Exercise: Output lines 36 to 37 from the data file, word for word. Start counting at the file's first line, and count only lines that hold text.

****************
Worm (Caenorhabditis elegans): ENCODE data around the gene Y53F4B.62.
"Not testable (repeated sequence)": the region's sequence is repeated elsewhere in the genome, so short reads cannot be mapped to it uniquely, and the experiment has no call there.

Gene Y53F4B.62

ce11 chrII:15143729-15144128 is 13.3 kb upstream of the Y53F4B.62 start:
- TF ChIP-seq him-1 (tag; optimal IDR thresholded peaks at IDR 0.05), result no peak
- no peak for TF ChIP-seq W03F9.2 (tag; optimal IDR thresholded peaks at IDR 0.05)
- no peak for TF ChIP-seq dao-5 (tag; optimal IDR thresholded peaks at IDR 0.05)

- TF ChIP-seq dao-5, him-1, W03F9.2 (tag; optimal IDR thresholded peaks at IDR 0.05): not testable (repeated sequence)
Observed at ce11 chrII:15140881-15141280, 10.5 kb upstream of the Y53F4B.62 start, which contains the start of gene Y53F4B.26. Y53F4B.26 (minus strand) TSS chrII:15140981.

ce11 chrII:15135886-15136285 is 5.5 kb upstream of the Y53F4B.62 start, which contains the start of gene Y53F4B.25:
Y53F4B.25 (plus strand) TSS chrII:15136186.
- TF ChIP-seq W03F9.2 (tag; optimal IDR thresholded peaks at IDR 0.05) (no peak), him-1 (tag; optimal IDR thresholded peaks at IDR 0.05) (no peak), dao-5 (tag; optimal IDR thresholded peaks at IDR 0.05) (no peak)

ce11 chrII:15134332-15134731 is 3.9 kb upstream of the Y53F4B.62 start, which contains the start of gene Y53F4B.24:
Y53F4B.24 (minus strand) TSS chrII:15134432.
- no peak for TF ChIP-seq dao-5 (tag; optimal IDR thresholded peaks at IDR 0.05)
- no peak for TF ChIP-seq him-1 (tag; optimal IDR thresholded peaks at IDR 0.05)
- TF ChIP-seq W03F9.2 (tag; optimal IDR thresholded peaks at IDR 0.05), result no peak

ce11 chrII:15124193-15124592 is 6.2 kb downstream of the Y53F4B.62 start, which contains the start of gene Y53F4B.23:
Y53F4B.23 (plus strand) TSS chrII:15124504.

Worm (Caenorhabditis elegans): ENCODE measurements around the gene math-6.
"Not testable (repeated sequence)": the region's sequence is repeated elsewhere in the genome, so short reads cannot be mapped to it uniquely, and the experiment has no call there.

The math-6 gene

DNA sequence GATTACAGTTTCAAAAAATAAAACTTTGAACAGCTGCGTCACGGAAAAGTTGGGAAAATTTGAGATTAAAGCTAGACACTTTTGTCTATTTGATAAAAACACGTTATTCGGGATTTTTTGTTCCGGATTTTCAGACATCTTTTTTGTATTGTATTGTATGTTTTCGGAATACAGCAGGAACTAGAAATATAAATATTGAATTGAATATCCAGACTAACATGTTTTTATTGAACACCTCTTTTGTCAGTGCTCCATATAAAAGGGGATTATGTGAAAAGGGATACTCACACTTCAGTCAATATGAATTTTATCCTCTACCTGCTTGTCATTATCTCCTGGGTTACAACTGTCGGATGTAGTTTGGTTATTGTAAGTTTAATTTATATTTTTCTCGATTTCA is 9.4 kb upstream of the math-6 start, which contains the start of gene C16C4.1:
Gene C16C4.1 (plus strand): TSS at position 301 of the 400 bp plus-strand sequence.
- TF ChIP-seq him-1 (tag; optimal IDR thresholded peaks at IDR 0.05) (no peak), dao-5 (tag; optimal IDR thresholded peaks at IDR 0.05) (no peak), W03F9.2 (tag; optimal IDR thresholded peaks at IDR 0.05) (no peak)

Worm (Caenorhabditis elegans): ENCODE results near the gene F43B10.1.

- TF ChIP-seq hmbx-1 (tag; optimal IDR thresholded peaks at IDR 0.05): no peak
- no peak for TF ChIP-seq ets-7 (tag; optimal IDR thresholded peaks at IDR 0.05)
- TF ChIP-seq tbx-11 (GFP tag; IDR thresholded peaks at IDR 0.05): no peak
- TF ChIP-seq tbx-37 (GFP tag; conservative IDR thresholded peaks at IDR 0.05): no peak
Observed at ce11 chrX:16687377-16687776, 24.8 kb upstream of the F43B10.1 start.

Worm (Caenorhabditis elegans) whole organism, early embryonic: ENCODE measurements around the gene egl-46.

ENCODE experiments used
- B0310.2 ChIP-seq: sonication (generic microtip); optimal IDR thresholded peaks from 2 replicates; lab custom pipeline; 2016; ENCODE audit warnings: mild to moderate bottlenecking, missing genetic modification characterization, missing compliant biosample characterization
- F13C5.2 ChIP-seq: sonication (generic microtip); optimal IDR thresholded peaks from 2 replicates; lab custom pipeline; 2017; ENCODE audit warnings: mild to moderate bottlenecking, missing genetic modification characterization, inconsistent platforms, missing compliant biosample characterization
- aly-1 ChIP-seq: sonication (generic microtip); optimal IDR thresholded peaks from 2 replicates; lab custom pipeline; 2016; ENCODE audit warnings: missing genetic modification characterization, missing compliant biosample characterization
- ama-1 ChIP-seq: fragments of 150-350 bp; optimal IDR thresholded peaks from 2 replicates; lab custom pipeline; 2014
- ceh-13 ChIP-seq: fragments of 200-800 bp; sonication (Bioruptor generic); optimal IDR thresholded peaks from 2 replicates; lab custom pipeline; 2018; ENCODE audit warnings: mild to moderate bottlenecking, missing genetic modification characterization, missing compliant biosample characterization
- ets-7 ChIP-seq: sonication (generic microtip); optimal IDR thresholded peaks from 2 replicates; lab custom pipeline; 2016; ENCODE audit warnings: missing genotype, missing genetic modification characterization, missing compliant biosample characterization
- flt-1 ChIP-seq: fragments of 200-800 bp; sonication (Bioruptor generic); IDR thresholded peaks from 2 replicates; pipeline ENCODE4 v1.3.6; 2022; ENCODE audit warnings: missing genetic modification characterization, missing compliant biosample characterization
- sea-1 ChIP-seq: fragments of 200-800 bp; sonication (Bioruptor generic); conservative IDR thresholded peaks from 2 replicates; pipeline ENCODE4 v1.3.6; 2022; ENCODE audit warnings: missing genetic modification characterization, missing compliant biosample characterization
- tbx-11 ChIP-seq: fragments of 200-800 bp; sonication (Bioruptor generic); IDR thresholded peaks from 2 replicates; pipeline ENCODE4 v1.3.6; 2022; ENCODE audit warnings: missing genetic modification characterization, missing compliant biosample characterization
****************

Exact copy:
- aly-1 ChIP-seq: sonication (generic microtip); optimal IDR thresholded peaks from 2 replicates; lab custom pipeline; 2016; ENCODE audit warnings: missing genetic modification characterization, missing compliant biosample characterization
- ama-1 ChIP-seq: fragments of 150-350 bp; optimal IDR thresholded peaks from 2 replicates; lab custom pipeline; 2014